Museveni’s ‘drip’ easing of lock-down meant to safeguard health system
President Museveni yesterday announced some measures to relax the tight lock-down restrictions that were introduced to prevent the rapid spread of the Corona-virus.
The President allowed hardware shops, wholesellers, insurers, a few lawyers and mechanics to open businesses while also maintaining social distancing safeguards.
But the measures have been described by some observers as coming by ‘drip’ or too weak to cause meaningful change in economic sentiments and activity given the fact that public and private transport means remain locked.
But the president perhaps anticipated the criticism when he said the government would pursue a gradual easing of the lock-down restrictions to allow experts time to monitor the trend of infections, and to also protect the health system from getting overwhelmed by so many cases at the same time.
“The first patient to recover on treatment, took 16 days of concentrated attention by our medical workers at Entebbe Hospital. Imagine we had some 10,000 cases, Museveni quipped?”
Museveni also observed however that having some positive cases is not particularly bad as this, as he argued, would help build immunity in the population.
Besides the slight easing of lock-down measures, the president urged Ugandans to wear their resistance coats and soldier on, until the government is able to manage the disease, as efforts to find long term solution in form of a vaccine, continue locally and internationally.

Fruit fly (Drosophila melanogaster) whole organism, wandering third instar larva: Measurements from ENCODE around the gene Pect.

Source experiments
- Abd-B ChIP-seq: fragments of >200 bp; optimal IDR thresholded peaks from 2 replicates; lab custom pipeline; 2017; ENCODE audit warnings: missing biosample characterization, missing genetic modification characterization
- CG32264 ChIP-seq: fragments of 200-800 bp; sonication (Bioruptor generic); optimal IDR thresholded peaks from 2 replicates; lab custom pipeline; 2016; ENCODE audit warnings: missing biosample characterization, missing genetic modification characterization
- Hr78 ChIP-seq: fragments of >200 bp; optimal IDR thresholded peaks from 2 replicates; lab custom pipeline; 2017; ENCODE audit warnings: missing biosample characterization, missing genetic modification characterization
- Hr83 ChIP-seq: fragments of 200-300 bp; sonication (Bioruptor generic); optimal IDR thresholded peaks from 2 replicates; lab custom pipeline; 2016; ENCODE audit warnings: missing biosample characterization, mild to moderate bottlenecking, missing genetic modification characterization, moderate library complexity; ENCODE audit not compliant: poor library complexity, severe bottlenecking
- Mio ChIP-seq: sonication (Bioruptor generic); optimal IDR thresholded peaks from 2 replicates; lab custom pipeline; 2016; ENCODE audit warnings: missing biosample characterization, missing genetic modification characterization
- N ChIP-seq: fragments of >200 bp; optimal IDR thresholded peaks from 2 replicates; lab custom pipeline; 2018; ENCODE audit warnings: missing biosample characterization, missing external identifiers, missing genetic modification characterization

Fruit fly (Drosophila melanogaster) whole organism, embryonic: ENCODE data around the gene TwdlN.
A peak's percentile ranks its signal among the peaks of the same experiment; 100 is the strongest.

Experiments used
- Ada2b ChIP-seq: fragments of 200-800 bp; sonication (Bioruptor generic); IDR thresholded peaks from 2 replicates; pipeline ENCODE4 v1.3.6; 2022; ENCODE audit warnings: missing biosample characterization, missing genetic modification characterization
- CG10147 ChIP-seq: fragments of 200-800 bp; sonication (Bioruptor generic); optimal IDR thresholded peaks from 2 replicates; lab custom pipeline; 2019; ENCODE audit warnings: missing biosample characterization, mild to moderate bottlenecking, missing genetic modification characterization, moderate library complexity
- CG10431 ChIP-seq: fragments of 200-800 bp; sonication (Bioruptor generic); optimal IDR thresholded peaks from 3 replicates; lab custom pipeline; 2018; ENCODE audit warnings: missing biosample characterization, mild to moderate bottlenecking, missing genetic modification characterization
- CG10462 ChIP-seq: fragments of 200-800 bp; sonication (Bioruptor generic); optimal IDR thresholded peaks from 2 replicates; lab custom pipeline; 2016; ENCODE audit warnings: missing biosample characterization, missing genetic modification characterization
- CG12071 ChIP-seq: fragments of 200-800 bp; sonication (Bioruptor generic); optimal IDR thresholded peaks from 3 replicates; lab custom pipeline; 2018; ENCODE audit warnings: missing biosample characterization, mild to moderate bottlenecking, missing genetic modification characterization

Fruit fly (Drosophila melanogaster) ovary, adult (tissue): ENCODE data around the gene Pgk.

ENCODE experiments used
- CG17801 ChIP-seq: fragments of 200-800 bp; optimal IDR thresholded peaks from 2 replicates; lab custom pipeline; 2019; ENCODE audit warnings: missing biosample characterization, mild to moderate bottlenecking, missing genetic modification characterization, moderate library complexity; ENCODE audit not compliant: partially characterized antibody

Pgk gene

The President said he wouldn’t mind his grandchildren skipping a term as long as they remain protected against the disease.
He praised Ugandans for the fighting spirit:
He said: “We have somehow tamed the virus although we cannot say that we have eliminated it. I, therefore, congratulate the Ugandans for doing what I knew that they could do. The Ugandans can undertake any effort, they can make any sacrifice, to defend themselves in any and all legitimate causes.”
With 97 positive cases of COVID-19, 55 recoveries and no deaths, Museveni said Uganda had achieved tremendous success in the fight against the pandemic.
“On account of what you have done, we have avoided images we have seen in other countries of coffins and coffins.
“With these five, even as we wait for the vaccine and more potent treatment drugs, it is high time we remember what the Banyankore say. They say: “Tihariho owayangire kugwejegyera, ngu ataroota”, ─ “you cannot refuse to sleep for the fear of dreaming a bad dream” ─ because sleeping is vital for continued living.”
“We must, therefore, basing ourselves on the limited preparation we have done, start slowly and carefully to open up but without undoing our achievements,” said Museveni.